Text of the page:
Our View: Art education shouldn’t play second fiddle
Mankato Free Press, Editorial, October 21, 2012 – Minnesota has relatively high standards for art education compared to most states. But as schools are pressured to increase student test scores in math, science and reading, arts education is often pushed aside.
According to a new survey by the Perpich Center for Arts Education, fewer than half of all middle and high schools, and only 28 percent of elementary schools offer all of the required arts, drama, music and dance classes.
And school officials and teachers admit that even in districts that push hard for the arts, the pressure is nudging art out of the way.
The problem is just one more reason for state lawmakers and the governor to require longer school years and more time in classrooms.
President Obama has said American schools’ short calendar, compared to other advanced countries, puts the country at a competitive disadvantage.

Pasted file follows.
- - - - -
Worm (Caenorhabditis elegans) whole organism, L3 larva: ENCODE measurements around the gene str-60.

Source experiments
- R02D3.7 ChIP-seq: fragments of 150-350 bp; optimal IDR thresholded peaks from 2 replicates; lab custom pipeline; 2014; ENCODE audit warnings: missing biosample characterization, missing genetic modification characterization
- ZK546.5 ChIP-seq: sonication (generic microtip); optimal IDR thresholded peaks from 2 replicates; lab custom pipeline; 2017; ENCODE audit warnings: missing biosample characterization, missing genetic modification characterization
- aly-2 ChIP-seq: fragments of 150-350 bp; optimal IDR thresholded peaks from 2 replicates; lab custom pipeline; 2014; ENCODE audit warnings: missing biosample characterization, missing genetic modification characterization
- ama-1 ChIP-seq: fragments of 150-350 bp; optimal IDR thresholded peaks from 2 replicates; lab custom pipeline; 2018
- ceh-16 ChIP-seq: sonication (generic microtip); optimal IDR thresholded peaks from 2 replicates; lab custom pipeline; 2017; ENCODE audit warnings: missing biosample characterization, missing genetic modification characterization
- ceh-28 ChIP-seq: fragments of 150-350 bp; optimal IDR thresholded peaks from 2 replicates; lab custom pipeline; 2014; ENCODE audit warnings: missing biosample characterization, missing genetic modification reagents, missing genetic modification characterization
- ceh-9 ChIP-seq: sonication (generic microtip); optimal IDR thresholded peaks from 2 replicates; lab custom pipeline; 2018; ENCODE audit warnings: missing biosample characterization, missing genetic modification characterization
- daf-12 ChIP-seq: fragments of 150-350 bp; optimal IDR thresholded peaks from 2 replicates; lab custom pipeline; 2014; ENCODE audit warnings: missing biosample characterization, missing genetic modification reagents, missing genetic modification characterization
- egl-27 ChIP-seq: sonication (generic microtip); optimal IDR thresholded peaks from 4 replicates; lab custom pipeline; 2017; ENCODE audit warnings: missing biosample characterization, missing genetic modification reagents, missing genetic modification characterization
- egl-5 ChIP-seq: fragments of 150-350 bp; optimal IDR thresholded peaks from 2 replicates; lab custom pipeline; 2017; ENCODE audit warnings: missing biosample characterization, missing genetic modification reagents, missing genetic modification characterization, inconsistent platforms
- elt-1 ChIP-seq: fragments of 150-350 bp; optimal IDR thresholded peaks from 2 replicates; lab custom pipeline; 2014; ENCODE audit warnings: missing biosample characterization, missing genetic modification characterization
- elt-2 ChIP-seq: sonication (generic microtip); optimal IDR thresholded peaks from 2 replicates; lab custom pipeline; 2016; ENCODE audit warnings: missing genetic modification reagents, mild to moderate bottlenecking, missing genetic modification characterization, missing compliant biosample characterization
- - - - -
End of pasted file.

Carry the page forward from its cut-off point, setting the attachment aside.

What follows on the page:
Students in most other industrialized nations spend a month more in school than American students.
And while many states, including Iowa and Wisconsin, require schools be in session a minimum of 180 days, Minnesota only requires 170 days.
Meanwhile, Finland is in school 190 days, Australia 200 and Japan 243 days.
Schools are, reasonably, expected to raise the bar when it comes to math, science and reading. Without a mastery of those subjects, students are ill-prepared for employment or for post-secondary education. And if students are behind when they graduate high school, problems carry over to colleges and universities where too much time is spent on remedial work and overall college expectations fall.
Ensuring competence in math, science and reading should not relegate arts education to second-tier status.
The only way to accomplish all the goals is to give students more time to learn.